Mitigation Tactic: Cultural Research

Due to the erratic nature of these issues, it’s critical that supply chain decisions are made with as much background information as possible in areas where political instability is common or is on the verge of outbreak. Conduct research to understand the historical and current political climates of the geographic area where you plan to source from. Any news that hints the chance of instability within a region should be heavily considered when developing a supply chain. In some cases, sourcing from a politically unstable region may be the only option, so it’s especially important in these situations to develop a strong contingency that accounts for worst-case scenarios.

4.  Price Hikes

Markets are naturally volatile and unpredictable, and the price of raw goods influences the cost of every component in a given supply chain. The combination of these factors results in serious supply chain risk.

Mitigation Tactic: Market Exploitation

A unique aspect the global market is that it doesn’t affect a single individual, but instead impacts everyone. Mitigating against market risks not only protects against supply chain disruption, but actually provide competitive advantages.

One of the best ways to reduce risks associated with rising prices is to understand the market’s trends, then take advantage of them. If research and analysis suggest a given commodity’s price may increase, buy some futures or work with suppliers to purchase more of that material before the price goes up. If the market suggests that a given commodity may decrease in price soon, don’t be afraid to slightly lower inventory levels until the raw material price drops. This is where much of the price risk lies, so having knowledge of market trends goes a long way in the supply chain world.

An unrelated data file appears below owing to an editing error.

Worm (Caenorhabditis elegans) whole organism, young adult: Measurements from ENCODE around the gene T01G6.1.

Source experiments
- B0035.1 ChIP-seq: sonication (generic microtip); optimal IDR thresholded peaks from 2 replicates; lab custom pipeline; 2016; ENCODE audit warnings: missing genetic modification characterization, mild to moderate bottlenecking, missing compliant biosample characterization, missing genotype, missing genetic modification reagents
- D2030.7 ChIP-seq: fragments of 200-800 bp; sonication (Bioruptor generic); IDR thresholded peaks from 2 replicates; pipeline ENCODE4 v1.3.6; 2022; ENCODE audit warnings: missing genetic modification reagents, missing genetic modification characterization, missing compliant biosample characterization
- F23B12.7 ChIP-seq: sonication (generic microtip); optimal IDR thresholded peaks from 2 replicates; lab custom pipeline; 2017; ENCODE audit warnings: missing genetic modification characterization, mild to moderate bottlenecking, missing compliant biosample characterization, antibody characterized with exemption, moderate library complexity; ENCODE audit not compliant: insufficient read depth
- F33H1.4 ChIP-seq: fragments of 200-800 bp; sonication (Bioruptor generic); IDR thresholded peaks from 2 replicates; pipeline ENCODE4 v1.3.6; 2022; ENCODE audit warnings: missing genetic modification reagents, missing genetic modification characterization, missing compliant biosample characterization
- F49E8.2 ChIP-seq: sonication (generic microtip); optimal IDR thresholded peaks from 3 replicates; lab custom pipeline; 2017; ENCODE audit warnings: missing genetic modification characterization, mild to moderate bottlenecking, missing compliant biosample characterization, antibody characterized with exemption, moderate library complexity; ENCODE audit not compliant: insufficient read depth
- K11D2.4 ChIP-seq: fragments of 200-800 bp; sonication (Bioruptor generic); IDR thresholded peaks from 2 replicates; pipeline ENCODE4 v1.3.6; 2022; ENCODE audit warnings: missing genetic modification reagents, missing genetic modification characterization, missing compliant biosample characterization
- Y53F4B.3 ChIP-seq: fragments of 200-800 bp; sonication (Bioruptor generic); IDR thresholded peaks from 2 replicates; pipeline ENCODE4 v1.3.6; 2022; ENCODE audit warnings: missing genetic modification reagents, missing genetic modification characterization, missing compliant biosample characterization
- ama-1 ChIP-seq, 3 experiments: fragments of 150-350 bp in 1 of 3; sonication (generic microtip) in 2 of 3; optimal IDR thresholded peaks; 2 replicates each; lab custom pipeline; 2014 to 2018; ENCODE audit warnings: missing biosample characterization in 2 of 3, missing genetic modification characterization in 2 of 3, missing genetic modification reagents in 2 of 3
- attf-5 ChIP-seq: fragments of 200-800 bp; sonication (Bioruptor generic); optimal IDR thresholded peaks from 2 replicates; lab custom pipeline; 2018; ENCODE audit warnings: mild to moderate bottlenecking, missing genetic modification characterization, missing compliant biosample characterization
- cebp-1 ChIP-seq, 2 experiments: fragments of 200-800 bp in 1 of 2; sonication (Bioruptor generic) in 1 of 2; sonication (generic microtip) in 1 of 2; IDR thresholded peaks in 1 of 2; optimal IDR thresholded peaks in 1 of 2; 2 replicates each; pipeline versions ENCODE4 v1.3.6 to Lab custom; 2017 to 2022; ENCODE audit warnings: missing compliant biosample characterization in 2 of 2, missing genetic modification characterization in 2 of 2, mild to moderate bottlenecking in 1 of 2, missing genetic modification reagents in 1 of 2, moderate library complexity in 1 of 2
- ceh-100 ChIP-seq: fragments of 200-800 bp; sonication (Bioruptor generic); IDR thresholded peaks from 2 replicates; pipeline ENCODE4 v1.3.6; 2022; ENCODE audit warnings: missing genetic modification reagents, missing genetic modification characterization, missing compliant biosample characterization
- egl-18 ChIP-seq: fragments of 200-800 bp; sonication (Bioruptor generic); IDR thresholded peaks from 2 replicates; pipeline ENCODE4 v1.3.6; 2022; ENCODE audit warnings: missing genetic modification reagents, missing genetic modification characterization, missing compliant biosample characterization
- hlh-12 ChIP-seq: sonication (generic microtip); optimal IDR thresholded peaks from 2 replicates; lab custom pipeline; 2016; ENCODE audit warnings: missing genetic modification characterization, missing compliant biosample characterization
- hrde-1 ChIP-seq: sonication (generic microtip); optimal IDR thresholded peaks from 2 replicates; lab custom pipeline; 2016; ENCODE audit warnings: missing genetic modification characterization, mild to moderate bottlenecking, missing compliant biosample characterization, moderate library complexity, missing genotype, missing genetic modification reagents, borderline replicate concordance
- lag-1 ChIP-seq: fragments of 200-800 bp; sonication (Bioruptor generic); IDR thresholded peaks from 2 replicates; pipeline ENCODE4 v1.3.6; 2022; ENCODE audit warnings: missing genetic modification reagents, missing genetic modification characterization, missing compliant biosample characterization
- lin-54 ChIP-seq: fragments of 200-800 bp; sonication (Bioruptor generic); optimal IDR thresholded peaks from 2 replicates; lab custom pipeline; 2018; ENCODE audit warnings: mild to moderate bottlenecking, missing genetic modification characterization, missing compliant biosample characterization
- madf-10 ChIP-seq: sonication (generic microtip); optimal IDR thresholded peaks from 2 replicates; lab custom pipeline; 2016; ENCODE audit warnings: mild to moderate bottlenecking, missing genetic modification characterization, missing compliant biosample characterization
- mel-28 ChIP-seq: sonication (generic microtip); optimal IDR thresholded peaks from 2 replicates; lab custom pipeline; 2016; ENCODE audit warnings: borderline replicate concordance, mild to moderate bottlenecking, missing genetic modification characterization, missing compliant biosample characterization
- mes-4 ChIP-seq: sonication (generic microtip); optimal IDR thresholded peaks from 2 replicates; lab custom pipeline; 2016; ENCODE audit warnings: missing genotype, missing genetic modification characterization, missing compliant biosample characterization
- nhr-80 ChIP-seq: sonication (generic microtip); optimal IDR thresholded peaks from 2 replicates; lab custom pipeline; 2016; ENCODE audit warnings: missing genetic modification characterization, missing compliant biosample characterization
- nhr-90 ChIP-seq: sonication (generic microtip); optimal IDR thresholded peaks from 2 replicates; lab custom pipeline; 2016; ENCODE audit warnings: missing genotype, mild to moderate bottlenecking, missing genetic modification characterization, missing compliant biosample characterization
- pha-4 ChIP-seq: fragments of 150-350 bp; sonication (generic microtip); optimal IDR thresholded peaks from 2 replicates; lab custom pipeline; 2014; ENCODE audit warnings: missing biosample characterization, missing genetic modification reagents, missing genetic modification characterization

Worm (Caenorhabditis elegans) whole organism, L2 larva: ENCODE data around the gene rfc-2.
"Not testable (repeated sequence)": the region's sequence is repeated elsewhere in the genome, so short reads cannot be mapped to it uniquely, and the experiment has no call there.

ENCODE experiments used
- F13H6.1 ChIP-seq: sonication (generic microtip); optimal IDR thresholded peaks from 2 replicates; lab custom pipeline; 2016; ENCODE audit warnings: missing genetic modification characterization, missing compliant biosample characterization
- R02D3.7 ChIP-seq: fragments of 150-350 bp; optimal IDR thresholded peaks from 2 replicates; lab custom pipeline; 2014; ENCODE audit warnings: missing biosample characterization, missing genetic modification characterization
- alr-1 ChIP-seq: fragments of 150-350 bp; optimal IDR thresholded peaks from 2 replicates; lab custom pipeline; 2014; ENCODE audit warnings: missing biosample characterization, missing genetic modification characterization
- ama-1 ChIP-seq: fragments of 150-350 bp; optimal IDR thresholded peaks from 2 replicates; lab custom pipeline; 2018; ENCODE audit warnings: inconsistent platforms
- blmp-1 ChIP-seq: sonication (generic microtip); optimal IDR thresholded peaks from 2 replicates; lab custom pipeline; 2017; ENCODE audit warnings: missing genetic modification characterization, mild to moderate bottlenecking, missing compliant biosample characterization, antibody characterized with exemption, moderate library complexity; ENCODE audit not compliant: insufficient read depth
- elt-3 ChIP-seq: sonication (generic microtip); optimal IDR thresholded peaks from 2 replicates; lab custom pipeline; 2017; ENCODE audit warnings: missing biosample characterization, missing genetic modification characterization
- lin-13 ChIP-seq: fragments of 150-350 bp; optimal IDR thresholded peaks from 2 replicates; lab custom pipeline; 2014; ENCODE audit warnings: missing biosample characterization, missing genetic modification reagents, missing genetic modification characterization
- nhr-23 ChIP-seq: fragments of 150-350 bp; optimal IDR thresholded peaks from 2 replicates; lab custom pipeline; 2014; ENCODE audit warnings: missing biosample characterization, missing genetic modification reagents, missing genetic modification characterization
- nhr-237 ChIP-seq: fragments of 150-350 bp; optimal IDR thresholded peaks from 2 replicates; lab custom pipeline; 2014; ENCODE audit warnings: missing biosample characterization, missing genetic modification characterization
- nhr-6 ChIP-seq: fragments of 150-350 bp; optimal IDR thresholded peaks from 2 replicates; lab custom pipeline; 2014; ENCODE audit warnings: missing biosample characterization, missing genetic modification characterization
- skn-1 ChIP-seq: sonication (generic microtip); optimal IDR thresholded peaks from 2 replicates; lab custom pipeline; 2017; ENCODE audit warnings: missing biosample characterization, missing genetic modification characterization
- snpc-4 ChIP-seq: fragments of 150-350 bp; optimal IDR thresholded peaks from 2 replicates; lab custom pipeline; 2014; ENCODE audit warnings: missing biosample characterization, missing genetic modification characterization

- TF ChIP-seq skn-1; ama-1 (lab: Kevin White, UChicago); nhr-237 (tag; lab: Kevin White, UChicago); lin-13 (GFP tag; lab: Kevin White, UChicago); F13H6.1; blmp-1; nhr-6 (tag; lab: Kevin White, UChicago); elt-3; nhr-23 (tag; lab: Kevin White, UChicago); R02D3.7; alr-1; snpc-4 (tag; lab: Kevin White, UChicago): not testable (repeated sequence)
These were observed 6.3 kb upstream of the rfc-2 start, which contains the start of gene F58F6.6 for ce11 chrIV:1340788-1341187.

5.  Cyber Attacks

Earlier this year, Supply Chain Insights published a report in which surveys discovered that cyber attacks and computer hackings were the most impactful events to supply chains over that last five years. This area is a growing concern across all industries because there’s an immeasurable amount of data flowing through a supply chain on any given day. If this data becomes compromised, the consequences could be drastic. Also, this data is difficult to safeguard against cyber threats and new technologies make information assurance progressively more challenging.

Mitigation Tactic: Employee Training

Even with large IT departments and security experts, there’s no better mitigation tactic to prevent against cyber attacks than educating your employees with best practices. Phishing emails, password breaches, and personal computer theft are some the easiest ways for hackers and thieves to gain access to your company’s data. Teaching employees how to watch out for suspicious behavior or strange emails is key to ensuring supply chain data is secure and these issues don’t arise. This blog post from CSO provides a compiled list of various cybersecurity training programs and tools proven to be extremely beneficial.

Bonus Mitigation Tactic: Blockchain

Just one of the many features that blockchain technology presents is its ability to secure data. In the future, this software architecture may provide solutions to many of the of the cybersecurity issues experienced today. While blockchain may still be in its early stages, it’s not too early to start learning about its features and use cases. Blockchain is well on its way to becoming the new standard in supply chain data transfer.